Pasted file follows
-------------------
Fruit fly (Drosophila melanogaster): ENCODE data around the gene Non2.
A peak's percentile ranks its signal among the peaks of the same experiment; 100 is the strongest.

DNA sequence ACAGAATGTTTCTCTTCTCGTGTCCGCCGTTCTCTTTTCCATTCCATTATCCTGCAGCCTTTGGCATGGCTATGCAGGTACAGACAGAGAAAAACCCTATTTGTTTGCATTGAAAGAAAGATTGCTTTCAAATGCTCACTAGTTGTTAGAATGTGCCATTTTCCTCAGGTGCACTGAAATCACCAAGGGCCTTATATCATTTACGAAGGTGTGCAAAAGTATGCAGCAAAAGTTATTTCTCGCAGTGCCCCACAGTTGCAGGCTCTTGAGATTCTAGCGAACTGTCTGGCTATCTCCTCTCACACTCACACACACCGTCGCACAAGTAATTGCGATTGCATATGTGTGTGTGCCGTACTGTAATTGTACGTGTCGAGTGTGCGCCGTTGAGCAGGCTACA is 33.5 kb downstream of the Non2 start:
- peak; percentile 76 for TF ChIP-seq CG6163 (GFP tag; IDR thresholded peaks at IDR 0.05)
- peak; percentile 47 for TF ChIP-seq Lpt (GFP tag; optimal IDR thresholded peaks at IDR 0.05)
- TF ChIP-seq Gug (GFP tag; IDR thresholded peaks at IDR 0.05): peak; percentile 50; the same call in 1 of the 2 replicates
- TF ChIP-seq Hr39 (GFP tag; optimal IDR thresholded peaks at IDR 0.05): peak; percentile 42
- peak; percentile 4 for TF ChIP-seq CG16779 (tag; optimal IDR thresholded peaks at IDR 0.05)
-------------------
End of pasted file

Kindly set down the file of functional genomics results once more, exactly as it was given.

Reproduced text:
Fruit fly (Drosophila melanogaster): ENCODE data around the gene Non2.
A peak's percentile ranks its signal among the peaks of the same experiment; 100 is the strongest.

DNA sequence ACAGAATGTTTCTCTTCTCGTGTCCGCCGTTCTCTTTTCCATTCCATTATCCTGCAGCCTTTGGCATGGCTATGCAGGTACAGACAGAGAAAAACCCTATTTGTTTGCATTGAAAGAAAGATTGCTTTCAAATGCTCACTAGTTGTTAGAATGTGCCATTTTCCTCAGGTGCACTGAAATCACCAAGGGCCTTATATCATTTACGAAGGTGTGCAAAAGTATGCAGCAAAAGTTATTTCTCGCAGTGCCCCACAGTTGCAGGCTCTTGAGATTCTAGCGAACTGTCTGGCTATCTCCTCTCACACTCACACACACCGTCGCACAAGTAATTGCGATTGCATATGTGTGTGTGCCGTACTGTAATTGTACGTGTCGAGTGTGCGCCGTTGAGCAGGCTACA is 33.5 kb downstream of the Non2 start:
- peak; percentile 76 for TF ChIP-seq CG6163 (GFP tag; IDR thresholded peaks at IDR 0.05)
- peak; percentile 47 for TF ChIP-seq Lpt (GFP tag; optimal IDR thresholded peaks at IDR 0.05)
- TF ChIP-seq Gug (GFP tag; IDR thresholded peaks at IDR 0.05): peak; percentile 50; the same call in 1 of the 2 replicates
- TF ChIP-seq Hr39 (GFP tag; optimal IDR thresholded peaks at IDR 0.05): peak; percentile 42
- peak; percentile 4 for TF ChIP-seq CG16779 (tag; optimal IDR thresholded peaks at IDR 0.05)